Now, let’s go back to Romans 6, as I said, and look at verse 12. He says then, “Let not sin reign in your mortal body that you should obey its lusts.” The body is lusting, the body has its desires, the body lusts cry out for fulfillment. And they demand obedience. And remember, the body is where it’s coming from. And your brain and your thinking processes are part of that body. Now, what does this tell us? “Let not sin reign therefore in your mortal body that you should obey its lusts.” What it tells us is that sin will dominate you if you let it, right? I mean, if you pamper the body, and you feed the body, and if you entertain the body, and if you entice the body, and if you expose the body to temptation, you’re going to have a problem. Because it’s the body and all of the sensory factors that are exposed to this world become channels through which temptation can draw you into sin and sin can reign over you. So, sin will dominate you if you don’t deal with it.
But you know what else this tells me? It doesn’t have to dominate you because the very fact that he says, “don’t let it” indicates that it doesn’t have to, right? He says: don’t let sin reign in your mortal body. You know what that means to me? It would like to but I don’t have to let it. Isn’t that comforting? Sure it is. You say, “What’s the key factor? It must be my will if he tells me don’t let it do it, and I’m the guy who has to let it or not let it.” I mean, you can get real mystical about the Christian life and you can say “Let go and let God.” See? You can get really mystical about, “Well, I do nothing and God does it all.” See? See, the commands in the Bible are not to God, they’re to you. And the implication here is that your will has to be activated, and that’s the word “yield” or “present.” Your will is involved. Sin would like to rule you and it will dominate you if you let it. You don’t have to let it, and your will is a key factor. I think that’s what Paul has in mind in Philippians 2:12 and 13 where he says, “You need to work out your own salvation with fear and trembling.” It’s God who’s working in you to will and to do of His own good pleasure, but it will only come to the surface as your will is activated in accord with His.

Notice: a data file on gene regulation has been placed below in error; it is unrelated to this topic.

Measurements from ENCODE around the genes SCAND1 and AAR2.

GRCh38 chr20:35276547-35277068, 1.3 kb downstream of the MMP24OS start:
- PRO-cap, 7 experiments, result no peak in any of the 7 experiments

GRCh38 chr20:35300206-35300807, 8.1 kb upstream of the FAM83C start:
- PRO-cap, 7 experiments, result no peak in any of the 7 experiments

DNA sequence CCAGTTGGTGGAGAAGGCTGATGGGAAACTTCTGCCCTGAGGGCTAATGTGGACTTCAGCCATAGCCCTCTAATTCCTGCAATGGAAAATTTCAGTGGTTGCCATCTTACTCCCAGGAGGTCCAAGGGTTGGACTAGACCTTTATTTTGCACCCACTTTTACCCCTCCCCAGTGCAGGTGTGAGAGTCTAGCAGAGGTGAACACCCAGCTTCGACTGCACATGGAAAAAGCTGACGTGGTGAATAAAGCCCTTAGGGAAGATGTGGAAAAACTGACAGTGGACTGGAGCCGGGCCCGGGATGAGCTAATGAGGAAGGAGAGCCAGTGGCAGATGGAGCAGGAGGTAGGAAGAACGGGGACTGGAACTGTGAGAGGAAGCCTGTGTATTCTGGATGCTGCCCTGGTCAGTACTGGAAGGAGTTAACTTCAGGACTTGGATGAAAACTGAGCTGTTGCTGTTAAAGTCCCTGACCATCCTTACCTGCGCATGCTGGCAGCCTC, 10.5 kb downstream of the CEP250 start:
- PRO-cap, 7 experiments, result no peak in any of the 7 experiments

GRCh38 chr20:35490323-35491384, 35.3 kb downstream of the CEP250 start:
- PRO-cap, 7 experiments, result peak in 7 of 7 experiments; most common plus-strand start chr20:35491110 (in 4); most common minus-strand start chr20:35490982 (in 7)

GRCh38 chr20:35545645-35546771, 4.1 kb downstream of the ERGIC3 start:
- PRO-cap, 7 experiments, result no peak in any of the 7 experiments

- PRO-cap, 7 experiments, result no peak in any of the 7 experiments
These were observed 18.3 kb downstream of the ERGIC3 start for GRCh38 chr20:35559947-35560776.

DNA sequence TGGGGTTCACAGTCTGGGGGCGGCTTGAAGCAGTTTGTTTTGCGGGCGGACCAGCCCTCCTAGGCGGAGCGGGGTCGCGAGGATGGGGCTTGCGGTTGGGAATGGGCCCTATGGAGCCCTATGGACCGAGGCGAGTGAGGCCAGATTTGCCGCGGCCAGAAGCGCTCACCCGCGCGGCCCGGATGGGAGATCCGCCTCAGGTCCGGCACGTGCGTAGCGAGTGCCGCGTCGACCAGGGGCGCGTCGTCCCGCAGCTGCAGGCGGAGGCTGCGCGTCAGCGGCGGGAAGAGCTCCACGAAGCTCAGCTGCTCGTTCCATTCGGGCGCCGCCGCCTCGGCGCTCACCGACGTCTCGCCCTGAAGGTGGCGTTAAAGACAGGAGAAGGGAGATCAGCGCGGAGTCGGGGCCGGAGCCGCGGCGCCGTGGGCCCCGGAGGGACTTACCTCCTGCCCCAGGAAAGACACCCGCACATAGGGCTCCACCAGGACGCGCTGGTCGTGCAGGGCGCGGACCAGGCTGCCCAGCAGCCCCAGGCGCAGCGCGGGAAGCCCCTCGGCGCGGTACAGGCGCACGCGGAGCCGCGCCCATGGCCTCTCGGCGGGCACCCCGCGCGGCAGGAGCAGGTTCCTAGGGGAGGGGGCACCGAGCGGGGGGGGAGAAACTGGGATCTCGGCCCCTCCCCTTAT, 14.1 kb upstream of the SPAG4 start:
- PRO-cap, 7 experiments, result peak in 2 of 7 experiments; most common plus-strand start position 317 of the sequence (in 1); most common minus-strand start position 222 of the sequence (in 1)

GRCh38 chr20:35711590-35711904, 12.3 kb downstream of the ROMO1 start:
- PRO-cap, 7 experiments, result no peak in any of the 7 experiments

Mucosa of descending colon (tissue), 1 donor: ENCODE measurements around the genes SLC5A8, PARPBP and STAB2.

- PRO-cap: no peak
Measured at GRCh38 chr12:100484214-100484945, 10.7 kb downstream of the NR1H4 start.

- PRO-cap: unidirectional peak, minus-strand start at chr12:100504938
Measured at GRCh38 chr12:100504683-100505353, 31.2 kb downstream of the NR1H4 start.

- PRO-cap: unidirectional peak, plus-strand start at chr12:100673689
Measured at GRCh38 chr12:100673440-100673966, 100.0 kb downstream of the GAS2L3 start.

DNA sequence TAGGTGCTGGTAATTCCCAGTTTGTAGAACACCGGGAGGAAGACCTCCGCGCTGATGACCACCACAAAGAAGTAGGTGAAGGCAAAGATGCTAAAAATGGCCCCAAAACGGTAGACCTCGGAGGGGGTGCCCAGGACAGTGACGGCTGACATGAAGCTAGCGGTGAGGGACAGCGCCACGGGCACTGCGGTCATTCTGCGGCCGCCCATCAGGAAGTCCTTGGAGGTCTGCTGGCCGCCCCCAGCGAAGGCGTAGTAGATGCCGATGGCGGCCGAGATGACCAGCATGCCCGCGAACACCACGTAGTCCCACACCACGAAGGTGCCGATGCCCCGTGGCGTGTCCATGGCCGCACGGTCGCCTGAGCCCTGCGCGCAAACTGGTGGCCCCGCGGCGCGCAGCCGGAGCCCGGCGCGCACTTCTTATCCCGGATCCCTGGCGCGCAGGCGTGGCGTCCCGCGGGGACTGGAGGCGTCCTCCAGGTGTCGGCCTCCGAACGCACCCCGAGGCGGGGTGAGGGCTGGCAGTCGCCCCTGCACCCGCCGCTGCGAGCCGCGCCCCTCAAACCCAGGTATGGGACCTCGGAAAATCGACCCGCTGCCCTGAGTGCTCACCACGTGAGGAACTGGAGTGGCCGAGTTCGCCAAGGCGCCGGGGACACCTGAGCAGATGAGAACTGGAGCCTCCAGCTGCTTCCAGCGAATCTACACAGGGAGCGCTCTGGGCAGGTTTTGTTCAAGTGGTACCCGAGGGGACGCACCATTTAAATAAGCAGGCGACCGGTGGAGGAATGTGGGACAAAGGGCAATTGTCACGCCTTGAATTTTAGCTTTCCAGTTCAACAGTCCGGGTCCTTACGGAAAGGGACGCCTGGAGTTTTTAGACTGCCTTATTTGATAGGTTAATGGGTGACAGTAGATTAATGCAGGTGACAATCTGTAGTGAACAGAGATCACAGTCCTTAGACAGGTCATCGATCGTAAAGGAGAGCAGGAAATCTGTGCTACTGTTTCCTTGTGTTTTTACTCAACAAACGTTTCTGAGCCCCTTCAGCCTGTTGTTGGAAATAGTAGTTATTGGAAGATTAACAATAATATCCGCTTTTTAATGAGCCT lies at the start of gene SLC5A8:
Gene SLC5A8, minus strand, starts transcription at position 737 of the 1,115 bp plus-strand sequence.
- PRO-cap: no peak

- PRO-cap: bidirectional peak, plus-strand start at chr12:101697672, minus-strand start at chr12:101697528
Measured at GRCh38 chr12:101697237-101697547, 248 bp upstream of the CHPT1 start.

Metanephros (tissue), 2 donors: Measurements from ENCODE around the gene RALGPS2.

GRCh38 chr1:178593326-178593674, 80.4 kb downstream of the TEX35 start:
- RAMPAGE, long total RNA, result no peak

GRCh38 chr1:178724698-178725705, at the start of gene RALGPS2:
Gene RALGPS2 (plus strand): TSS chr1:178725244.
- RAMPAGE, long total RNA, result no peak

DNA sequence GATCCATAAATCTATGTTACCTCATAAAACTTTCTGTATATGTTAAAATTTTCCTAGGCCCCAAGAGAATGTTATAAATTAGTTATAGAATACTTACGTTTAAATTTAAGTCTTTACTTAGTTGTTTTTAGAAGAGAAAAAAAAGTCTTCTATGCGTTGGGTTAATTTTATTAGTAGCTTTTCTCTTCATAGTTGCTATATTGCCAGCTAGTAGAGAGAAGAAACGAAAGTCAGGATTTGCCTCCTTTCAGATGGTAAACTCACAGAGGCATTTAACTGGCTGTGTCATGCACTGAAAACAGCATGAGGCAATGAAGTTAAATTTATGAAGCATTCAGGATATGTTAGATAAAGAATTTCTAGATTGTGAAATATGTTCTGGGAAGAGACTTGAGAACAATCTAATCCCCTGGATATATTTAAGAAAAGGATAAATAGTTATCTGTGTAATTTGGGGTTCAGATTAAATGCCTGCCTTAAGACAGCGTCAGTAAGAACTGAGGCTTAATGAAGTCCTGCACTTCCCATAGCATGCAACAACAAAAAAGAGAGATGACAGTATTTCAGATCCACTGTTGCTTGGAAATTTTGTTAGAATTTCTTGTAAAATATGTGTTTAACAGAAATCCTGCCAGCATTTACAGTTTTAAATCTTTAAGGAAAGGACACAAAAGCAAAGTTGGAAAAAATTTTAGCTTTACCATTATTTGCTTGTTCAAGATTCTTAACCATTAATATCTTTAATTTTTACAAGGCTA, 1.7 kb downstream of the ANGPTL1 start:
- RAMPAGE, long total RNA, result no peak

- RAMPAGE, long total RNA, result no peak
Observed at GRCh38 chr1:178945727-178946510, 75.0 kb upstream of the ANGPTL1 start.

I’ll tell you another thing it says. It says that holiness in behavior is not a sudden instantaneous thing; it’s a way of life and you fight it all the way along to be holy, because as long as you’re in this, what? This body, you’re going to have problems. So, these people who say, “Well, you know, ten years ago sin, was eradicated from my life.” My reaction to that is to just feel and see if they’re still there, see. Because if you’ve still got your body, you’ve still got your problem. Sanctification is a process, and that’s why we don’t know the fullness of sanctification until we get to be with God.
So, your will is implied in verse 12. Your will is really strictly the issue in verse 13. So, he says: “Neither yield ye your members,” bodily parts, beloved. Faculties, organs, the bents of humanness bound up in the body, even your thought, reason, imagination, all that is in your humanness, all that is in your flesh, the physical, the earthly, the corruptible, the mortal part of you, don’t yield that, don’t present that as an instrument. That word always used in the New Testament, hopla is translated “weapon.” It’s always translated “weapon.” And weapon is probably the best translation here. Paul consistently uses it for that. Sin is seen as a king. He’s a king who demands our bodies to be weapons to promote sin. He uses our bodies as weapons to gain dominion over the world. The body becomes the weapon for him to promote unrighteousness. So, he says, “Don’t let Satan be a king who collects weapons to bring unrighteousness around the world. Don’t let him use you as one of his weapons.” So, don’t yield your bodily parts as weapons of unrighteousness for the propagation of sin.